Daily Boost: Monday, May 4

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My Favorite Proverbs: The Deadly Way that Seems Right (Prov. 14:12)

“There is a way that seems right to a man, but its end is the way of death.”

There are some things that are beyond our language to adequately describe.  The gap between our mortal intelligence and God’s intelligence is one of those things.  Isaiah sounds awe-struck when he writes,  “For as the heavens are higher than the earth, so are My ways higher than your ways, and My thoughts than your thoughts” (Isa. 55:9).  While thinking on that, add this verse into your meditation: “Thy word is a lamp to my feet and a light to my path” (Psa. 119:105).  He is omniscient, omnipresent, and omnipotent.  By comparison, we are mortal and limited, and utterly dependent on Him every day (Matt. 5:45).

Men are too proud when they boast of their life choices that are contrary to the Bible, while none of them have died and returned to tell how things worked out for them. They are replaced by yet more worldly men who “preach” their methods of living.  Every generation produces its hedonists, agnostics and atheists. In addition, for those who love to be religious but don’t feel religion necessarily has to reflect the Scriptural pattern, here’s Jesus’ warning, “And in vain they worship Me, teaching as doctrines the commandments of men.’ (Matt. 15:9).  

In the church of Christ we want the Bible to be our final authority for our faith and practice.  Some of our practices may seem strange to people…practices such as eating the Lord’s Supper every Sunday or insisting that baptism is necessary to be saved, or having only men to be our preachers. But we practice these because of our determination to adhere to God’s word on these subjects (Acts 20:7, 1 Pet. 3:21, Acts 22:16, 1 Tim. 2:11-14). There is no biblical authority for telling a lost person that, to be saved, he must pray the sinner’s prayer or “accept Christ as your personal Savior.”  Where did any of the New Testament churches use instrumental music with their vocal/a capella music?  It isn’t there.  Do we read of women preaching for the church assemblies in the New Testament?  Was sprinkling ever a God-approved substitute for immersion in water when a person was baptized? If these are matters that seem unimportant or ambiguous to you, I’d love to communicate with you about them. Let’s talk about the importance of authority. 

Today, meditate on this proverb and then, “… whatever you do in word or deed, do all in the name of the Lord Jesus, giving thanks to God the Father through Him” (Col. 3:17).

Bible time with Glenn and Cindy:

Whoosh! Tonight (as I’m writing, it’s Sunday) was an exciting night at the Colley’s house. The wind became fierce and a huge tree fell down on the power lines on our street, placing a live wire across our yard and, of course, knocking out transformers and power. Our neighbors across the street had a pretty good sized tree right on their front porch! I was planning to share something else tonight, but since this huge wind came through some of your neighborhoods tonight, let’s think about some of the times in our lives when we might have instant needs around us, that we, as God’s people could fill. Are there some times when we can more easily show people a servant heart?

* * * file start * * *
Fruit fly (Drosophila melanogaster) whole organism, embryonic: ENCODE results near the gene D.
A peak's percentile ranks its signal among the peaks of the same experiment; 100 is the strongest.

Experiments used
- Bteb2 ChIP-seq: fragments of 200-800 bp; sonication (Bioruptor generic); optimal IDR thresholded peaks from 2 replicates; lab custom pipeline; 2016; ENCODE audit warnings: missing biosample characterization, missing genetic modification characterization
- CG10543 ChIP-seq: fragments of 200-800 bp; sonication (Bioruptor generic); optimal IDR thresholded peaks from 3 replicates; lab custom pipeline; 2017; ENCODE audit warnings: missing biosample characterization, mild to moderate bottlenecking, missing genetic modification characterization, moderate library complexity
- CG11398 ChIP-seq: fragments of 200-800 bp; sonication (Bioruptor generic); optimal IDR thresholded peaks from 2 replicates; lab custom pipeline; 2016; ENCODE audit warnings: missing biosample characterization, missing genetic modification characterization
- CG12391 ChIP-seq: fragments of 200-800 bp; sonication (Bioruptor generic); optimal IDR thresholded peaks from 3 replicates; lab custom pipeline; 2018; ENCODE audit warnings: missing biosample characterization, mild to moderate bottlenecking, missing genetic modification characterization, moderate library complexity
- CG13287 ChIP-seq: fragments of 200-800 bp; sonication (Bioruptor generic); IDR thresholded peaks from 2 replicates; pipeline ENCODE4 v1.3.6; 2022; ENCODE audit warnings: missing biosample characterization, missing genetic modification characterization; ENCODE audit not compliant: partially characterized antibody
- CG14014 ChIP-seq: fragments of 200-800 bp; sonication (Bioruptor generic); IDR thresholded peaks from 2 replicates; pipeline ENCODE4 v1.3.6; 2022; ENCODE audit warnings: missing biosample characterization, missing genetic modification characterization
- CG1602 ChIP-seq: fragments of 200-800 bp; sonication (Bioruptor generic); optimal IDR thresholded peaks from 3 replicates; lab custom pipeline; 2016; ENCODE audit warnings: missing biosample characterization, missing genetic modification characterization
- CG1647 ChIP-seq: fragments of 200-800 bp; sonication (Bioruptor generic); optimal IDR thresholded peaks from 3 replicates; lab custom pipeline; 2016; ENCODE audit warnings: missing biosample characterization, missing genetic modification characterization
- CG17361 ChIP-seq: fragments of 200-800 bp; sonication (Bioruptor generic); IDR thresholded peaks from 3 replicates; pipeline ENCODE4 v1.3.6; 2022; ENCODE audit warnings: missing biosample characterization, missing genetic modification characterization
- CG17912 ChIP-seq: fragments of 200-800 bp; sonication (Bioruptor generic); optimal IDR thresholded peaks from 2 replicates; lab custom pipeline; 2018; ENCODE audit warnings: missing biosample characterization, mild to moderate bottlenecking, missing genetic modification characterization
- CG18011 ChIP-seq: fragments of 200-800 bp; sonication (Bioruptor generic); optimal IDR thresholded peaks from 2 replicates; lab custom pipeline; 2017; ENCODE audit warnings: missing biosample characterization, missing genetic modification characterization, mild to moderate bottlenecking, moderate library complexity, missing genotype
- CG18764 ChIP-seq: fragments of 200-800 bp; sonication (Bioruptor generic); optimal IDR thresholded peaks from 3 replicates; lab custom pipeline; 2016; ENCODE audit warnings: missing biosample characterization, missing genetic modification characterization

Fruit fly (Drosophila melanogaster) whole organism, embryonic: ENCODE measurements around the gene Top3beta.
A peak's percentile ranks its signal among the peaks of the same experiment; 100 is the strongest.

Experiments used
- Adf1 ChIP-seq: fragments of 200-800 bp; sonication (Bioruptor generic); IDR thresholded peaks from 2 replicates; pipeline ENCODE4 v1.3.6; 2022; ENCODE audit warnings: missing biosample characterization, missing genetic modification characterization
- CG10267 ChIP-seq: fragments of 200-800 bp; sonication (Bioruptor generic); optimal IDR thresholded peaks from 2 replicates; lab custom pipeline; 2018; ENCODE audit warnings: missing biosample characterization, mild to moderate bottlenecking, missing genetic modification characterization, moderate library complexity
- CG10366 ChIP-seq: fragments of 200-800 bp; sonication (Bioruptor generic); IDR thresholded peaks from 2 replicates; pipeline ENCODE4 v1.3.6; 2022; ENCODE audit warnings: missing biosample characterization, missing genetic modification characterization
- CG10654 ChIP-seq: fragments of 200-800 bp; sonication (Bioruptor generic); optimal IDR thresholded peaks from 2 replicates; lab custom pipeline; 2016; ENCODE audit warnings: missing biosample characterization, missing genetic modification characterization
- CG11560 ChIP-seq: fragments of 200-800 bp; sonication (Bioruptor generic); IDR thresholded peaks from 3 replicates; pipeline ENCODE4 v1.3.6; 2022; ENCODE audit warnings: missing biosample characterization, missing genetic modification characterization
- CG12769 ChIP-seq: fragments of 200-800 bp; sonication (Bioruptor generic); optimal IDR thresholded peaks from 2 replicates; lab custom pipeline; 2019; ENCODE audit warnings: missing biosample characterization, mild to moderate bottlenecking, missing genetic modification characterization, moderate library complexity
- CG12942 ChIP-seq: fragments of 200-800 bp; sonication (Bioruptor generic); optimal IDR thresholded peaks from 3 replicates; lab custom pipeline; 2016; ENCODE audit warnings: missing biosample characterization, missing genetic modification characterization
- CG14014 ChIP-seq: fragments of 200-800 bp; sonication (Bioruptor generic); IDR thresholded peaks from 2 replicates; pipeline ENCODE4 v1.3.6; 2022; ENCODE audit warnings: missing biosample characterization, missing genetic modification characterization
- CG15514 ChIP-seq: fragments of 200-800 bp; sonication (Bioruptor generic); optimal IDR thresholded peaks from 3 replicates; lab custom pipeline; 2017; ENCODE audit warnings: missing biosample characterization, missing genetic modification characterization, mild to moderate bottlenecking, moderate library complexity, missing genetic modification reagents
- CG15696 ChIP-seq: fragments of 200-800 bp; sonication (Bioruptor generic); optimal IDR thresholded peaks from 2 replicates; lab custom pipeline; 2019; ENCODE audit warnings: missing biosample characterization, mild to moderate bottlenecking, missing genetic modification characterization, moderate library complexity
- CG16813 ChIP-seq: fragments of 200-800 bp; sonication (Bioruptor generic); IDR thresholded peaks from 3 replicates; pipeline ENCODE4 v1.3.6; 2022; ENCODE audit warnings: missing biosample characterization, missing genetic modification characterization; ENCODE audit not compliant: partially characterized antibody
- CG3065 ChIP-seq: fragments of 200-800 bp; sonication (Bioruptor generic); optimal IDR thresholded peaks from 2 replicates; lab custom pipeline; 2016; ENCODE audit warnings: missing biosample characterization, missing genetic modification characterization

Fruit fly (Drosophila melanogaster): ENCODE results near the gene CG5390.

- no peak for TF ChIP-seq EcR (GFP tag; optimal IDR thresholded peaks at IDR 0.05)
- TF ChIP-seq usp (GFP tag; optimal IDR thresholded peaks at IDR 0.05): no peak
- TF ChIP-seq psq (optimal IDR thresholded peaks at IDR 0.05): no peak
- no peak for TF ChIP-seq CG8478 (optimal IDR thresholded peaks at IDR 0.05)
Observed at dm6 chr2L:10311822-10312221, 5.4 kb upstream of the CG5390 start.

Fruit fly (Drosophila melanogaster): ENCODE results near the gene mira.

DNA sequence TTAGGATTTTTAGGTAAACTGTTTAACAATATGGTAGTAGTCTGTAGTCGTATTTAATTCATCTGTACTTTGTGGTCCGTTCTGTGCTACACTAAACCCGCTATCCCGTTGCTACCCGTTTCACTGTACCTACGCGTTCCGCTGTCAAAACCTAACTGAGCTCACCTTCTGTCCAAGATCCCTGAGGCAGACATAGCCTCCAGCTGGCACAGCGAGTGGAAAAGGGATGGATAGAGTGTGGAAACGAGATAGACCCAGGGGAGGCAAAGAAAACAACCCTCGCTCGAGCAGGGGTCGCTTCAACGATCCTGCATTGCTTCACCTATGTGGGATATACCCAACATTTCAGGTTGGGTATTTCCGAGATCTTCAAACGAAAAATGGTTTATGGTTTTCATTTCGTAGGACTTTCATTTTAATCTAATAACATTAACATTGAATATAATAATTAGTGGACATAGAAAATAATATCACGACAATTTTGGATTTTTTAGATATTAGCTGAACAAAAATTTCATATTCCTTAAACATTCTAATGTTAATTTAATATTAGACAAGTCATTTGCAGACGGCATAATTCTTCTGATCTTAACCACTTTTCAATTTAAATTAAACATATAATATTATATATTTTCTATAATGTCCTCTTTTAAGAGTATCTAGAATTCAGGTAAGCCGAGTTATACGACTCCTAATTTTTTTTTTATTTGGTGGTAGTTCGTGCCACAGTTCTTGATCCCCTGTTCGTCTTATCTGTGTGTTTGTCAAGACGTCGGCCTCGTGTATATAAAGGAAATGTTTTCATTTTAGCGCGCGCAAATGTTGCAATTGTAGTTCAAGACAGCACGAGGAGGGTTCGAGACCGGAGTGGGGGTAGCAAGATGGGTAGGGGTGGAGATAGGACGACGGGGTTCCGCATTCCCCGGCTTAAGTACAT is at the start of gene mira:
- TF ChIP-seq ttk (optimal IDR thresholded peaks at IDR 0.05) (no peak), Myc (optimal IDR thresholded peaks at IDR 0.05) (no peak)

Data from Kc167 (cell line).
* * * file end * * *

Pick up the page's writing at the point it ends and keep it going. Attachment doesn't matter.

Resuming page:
It was pretty fun tonight to see neighbors immediately working with chain saws, loaning generators and going to check on each other, even in the middle of a pandemic. Let’s see, tonight, if we can get our kids to think about times when it might be easier to find opportunities to serve. 

  1. Try to get them to think of the things we’ve been able to do during this COVID time that we otherwise would not have done (making masks, doing drive-by parades for cheer etc…).
  2. What are some “extra” ways people minister to needy people when there are storms? Help them think of these ways. 
  3. What are some times in life when we have the chance to, on-the-spot, pray for people who are in an emergency situation?  Do you do this when you see a wreck or a house on fire, even if you do not know the people involved? Start this practice with your children if you do not already do this.
  4. Review with your children the definition and consequences of a famine. Turn with them to 1 Kings 17 and tell them the account of Elijah going to the widow of Zarephath. Explain to them that she was not a citizen of Israel, the nation that really knew God. Elijah had a chance to do some really needed things for her; first because of a famine and, then, because of a death in her family. Make sure they see that, in the beginning of the account she referred to your God (verse12), but by the end (verse 24), she believed in Jehovah and the truth of Elijah’s message. 
  5. Do you think that people sometimes come to trust God because they can see the good things that His people do? Read Matthew 5:16 and discuss this with your children. We cannot do miracles like Elijah, but can we still show people the love that God has for them when we minister to their needs? Try to get your children to think of some occasion when your family has helped someone who has later come to the Lord. 
  6. If you’ve never experienced this wonderful phenomenon, try to think with your kids about someone you know who doesn’t know the Lord. Is there something good that you can do for this person or family this week to try and develop a relationship in which you can show them the Lord? Pray about this endeavor with your kids tonight. 

Tomorrow night, we’ll try to get back into the meat of Matthew 25, if the Colleys have power to transmit. There are a few more nuggets there that we are hoping to cover.

Scripture taken from the New King James Version®. Copyright © 1982 by Thomas Nelson. Used by permission. All rights reserved.

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